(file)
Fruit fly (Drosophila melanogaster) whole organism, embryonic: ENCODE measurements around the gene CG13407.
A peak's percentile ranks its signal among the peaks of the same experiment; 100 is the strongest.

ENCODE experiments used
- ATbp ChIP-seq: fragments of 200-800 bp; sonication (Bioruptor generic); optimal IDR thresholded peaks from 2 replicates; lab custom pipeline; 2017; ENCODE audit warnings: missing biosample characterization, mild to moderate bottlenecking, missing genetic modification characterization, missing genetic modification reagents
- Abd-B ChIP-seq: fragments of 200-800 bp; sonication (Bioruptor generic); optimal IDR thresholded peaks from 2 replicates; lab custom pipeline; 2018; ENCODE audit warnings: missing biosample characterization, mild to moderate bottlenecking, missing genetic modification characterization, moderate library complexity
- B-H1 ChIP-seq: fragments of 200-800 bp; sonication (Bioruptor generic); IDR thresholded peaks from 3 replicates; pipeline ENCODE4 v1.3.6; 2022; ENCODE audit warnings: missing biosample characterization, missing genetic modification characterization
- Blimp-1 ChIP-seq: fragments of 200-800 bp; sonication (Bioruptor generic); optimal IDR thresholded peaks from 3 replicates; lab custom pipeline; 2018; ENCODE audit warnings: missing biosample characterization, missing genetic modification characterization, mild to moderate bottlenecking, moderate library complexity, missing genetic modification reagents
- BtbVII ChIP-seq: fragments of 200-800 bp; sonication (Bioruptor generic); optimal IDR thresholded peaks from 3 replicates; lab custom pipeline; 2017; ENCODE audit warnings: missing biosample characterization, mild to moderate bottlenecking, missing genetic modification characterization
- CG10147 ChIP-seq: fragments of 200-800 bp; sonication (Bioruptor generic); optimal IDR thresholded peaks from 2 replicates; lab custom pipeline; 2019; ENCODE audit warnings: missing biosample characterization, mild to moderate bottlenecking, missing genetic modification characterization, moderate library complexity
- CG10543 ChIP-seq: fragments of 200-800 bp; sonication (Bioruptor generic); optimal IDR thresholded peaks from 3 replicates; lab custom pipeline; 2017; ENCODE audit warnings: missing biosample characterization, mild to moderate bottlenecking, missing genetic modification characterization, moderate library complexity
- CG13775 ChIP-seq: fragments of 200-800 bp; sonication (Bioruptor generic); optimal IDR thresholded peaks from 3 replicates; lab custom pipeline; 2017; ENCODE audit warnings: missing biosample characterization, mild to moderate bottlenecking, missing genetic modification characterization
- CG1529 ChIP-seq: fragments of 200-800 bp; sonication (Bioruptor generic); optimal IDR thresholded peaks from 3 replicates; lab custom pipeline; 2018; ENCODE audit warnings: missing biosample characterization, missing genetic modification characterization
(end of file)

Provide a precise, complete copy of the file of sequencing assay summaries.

Fruit fly (Drosophila melanogaster) whole organism, embryonic: ENCODE measurements around the gene CG13407.
A peak's percentile ranks its signal among the peaks of the same experiment; 100 is the strongest.

ENCODE experiments used
- ATbp ChIP-seq: fragments of 200-800 bp; sonication (Bioruptor generic); optimal IDR thresholded peaks from 2 replicates; lab custom pipeline; 2017; ENCODE audit warnings: missing biosample characterization, mild to moderate bottlenecking, missing genetic modification characterization, missing genetic modification reagents
- Abd-B ChIP-seq: fragments of 200-800 bp; sonication (Bioruptor generic); optimal IDR thresholded peaks from 2 replicates; lab custom pipeline; 2018; ENCODE audit warnings: missing biosample characterization, mild to moderate bottlenecking, missing genetic modification characterization, moderate library complexity
- B-H1 ChIP-seq: fragments of 200-800 bp; sonication (Bioruptor generic); IDR thresholded peaks from 3 replicates; pipeline ENCODE4 v1.3.6; 2022; ENCODE audit warnings: missing biosample characterization, missing genetic modification characterization
- Blimp-1 ChIP-seq: fragments of 200-800 bp; sonication (Bioruptor generic); optimal IDR thresholded peaks from 3 replicates; lab custom pipeline; 2018; ENCODE audit warnings: missing biosample characterization, missing genetic modification characterization, mild to moderate bottlenecking, moderate library complexity, missing genetic modification reagents
- BtbVII ChIP-seq: fragments of 200-800 bp; sonication (Bioruptor generic); optimal IDR thresholded peaks from 3 replicates; lab custom pipeline; 2017; ENCODE audit warnings: missing biosample characterization, mild to moderate bottlenecking, missing genetic modification characterization
- CG10147 ChIP-seq: fragments of 200-800 bp; sonication (Bioruptor generic); optimal IDR thresholded peaks from 2 replicates; lab custom pipeline; 2019; ENCODE audit warnings: missing biosample characterization, mild to moderate bottlenecking, missing genetic modification characterization, moderate library complexity
- CG10543 ChIP-seq: fragments of 200-800 bp; sonication (Bioruptor generic); optimal IDR thresholded peaks from 3 replicates; lab custom pipeline; 2017; ENCODE audit warnings: missing biosample characterization, mild to moderate bottlenecking, missing genetic modification characterization, moderate library complexity
- CG13775 ChIP-seq: fragments of 200-800 bp; sonication (Bioruptor generic); optimal IDR thresholded peaks from 3 replicates; lab custom pipeline; 2017; ENCODE audit warnings: missing biosample characterization, mild to moderate bottlenecking, missing genetic modification characterization
- CG1529 ChIP-seq: fragments of 200-800 bp; sonication (Bioruptor generic); optimal IDR thresholded peaks from 3 replicates; lab custom pipeline; 2018; ENCODE audit warnings: missing biosample characterization, missing genetic modification characterization